And this is the reason for the terrible state of our nation. We are being dragged down, not only by an incapable state, but also a captured state. Decisions in government are not made in the interest of the people, but rather in the interest of factions. And any asset that is nationalised becomes a prize in this factional battle.
You will find that “shareholders” in these assets will all be from the dominant faction. And as soon as there is a swing in the balance of this power, the new faction will want theirs to be the new shareholders. It’s a toxic cycle that is dragging our country backwards.
Fellow South Africans,
Luckily the DA is not affected by this. Not only do we have a track record that says we don’t tolerate corruption and the politics of patronage, we are also not beholden to any union. And this means a DA government would be free to implement the changes to labour legislation that will allow our economy to thrive.
Our only mission is to tear down the walls that keep millions of South Africans excluded from the economy. For us, the only criteria for a piece of legislation is whether it will help to create work. If it doesn’t, we shouldn’t be interested in it.
If I could choose to change one thing on this Change Chooseday, it would be to put a job in every home. I’m not saying we should be content with just one job per household – we must ultimately work to ensure that every South African who can and wants to work, has access to opportunities. But let’s start with at least one job in every home.
To do this, we will need to place small businesses at the front and centre of our plan, because this is where the biggest gains will be made.
We will also need to focus our efforts on the sectors of our economy that have the best potential to create jobs – sectors like tourism, manufacturing and agriculture.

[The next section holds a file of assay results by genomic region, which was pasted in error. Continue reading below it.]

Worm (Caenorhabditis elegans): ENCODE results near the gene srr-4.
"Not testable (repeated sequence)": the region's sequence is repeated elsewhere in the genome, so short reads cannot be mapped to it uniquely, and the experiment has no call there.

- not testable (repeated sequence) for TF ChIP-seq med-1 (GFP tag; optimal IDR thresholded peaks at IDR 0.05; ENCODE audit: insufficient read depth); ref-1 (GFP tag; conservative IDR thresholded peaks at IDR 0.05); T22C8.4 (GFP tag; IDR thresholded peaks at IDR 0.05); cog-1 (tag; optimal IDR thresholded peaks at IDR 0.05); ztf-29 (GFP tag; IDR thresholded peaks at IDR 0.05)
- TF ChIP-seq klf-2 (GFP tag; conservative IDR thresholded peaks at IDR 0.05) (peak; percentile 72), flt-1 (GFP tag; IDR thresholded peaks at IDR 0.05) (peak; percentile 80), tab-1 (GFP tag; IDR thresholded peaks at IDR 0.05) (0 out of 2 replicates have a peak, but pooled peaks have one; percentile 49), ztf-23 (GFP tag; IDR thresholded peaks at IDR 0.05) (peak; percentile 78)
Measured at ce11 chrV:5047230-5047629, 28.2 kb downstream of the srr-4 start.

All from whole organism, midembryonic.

Let us maximise the enormous promise of tourism in South Africa by making it attractive and simple to travel here. We can start by making it possible to obtain our visas electronically. Let us offer the tax incentives to boost our manufacturing sector, and let us provide the policy certainty to let our agriculture sector thrive.
I also want to see young people get a foot in the door when it comes to work experience, and we can do so through a year of voluntary national civilian service in fields like education, policing and healthcare. This will expose young people to the world of work and let them know the dignity that comes with getting a job.
But at the same time we also need to reform our education so that our young people are properly equipped to step into the future and reap the benefits of a growing economy.
That’s how we will put a job in every home. And the difference this will make to the lives of those who currently live at the mercy of the state and some of their family members will be indescribable. That one single income will be the difference between despair and dignity for that household. That one single income will offer the freedom that only choice can bring.
This is why we are launching the second message of our election campaign here in Tembisa today – a message that says “A Job in Every Home.” Because that is precisely what we intend to deliver in government – whether this is in national government or as the party that leads a new coalition government here in Gauteng.
A vote for the DA on 8 May is a vote for the dignity and independence that comes with having work.
A vote for the DA on 8 May is a vote against corruption and a vote to lock up corrupt politicians.
A vote for the DA on 8 May is a vote for a government that fights for all, and not just those already on the inside.
A vote for the DA on 8 May is a vote to build One South Africa for all its people.